Alright, so you have a huge pile of documents and you want to find mysterious patterns you believe are hidden within! A challenging task, but you are lucky because you have WordStat in your arsenal. That means, you have at least two options: 1) topic modeling, or 2) cluster analysis to find patterns and groupings in your data. But which one you should use?  In this post, we will help you choose by highlighting some of the differences between topic modeling and clustering approaches.

As we explained in our previous post about topic modeling, a topic can be defined by a set of keywords with each keyword in the set having a probability of occurrence for the subject topic. Different topics have their own sets of keywords with corresponding probabilities and topics may share some keywords, but most likely with different probabilities. Easy, right?! Oh, I forgot to mention that a document in your corpus can be associated with more than one topic. There are a wide set of different approaches to choose for discovering hidden topics, but in general, in topic modeling we deal with uncovering the topics through calculating conditional probabilities of the topics given the words in the documents. No matter what approach you select, in topic modeling you will end up with a list of topics, each containing a set of associated keywords.

Things are slightly different in clustering! Here, the algorithm clusters documents into different groups based on a similarity measure. One way would be transforming the documents to a numeric vector containing the weights assigned to words in the given document. I know you are thinking about tf-idf, yes this is one way to do it. The clustering technique applies the similarity measure to the numeric vectors to group the documents. Basically, each document will show up in one cluster[1]. The final output would be a list of clusters along with their members.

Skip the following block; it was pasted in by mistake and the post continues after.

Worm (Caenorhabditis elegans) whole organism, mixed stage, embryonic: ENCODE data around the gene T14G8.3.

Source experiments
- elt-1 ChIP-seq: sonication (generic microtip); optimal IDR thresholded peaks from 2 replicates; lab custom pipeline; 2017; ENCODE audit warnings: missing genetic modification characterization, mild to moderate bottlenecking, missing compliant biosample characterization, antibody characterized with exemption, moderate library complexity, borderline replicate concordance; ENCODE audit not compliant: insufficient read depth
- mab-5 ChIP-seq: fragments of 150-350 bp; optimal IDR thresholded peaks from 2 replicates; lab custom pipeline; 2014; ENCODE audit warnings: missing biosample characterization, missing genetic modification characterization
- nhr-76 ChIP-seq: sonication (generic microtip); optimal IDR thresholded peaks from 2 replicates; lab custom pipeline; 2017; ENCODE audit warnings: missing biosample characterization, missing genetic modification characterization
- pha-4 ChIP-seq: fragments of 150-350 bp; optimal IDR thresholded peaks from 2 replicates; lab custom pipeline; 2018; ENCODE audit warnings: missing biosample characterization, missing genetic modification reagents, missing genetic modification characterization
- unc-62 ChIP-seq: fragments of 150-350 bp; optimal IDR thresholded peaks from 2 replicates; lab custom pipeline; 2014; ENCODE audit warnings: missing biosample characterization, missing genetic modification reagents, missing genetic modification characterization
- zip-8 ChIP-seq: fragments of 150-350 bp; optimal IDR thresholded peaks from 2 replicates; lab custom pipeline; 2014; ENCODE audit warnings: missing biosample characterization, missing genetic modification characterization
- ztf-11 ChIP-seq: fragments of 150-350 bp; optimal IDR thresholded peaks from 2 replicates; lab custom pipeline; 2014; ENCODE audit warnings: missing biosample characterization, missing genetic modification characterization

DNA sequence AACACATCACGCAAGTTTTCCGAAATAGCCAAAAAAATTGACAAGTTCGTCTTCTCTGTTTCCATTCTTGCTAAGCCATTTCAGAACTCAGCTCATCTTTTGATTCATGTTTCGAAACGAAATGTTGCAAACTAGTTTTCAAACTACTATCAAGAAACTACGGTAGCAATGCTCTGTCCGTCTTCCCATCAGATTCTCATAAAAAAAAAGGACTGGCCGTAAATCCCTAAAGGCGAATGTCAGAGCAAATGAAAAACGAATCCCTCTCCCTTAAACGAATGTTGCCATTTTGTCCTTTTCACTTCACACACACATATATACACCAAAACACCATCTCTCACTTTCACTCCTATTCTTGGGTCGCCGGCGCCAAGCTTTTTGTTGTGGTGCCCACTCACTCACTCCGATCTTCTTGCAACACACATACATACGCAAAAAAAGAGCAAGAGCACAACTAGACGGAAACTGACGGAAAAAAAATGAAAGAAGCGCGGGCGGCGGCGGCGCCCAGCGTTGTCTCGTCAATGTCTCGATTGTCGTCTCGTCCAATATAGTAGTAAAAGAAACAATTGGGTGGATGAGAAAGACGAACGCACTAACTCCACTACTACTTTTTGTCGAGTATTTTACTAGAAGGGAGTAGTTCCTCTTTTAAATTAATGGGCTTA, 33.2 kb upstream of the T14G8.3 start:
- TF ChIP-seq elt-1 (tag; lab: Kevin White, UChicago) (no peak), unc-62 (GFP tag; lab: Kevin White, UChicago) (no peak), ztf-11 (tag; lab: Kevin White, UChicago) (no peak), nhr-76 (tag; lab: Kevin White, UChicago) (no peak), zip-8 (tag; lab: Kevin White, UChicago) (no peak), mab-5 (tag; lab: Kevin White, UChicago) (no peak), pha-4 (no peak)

Okay, what’s the difference then? Well, in topic modeling you extract topics out of the documents, so you may think about it like transforming to a much smaller data space, that is the topic space, since the number of the extracted topics is much less than the document collection and its vocabulary. In (hard) clustering, the final output contains a set of clusters each including a set of documents.

 

[1] There are fuzzy (soft) clustering techniques where a data point can belong to more than one cluster, but here we discuss the basic idea and we only focus on hard clustering.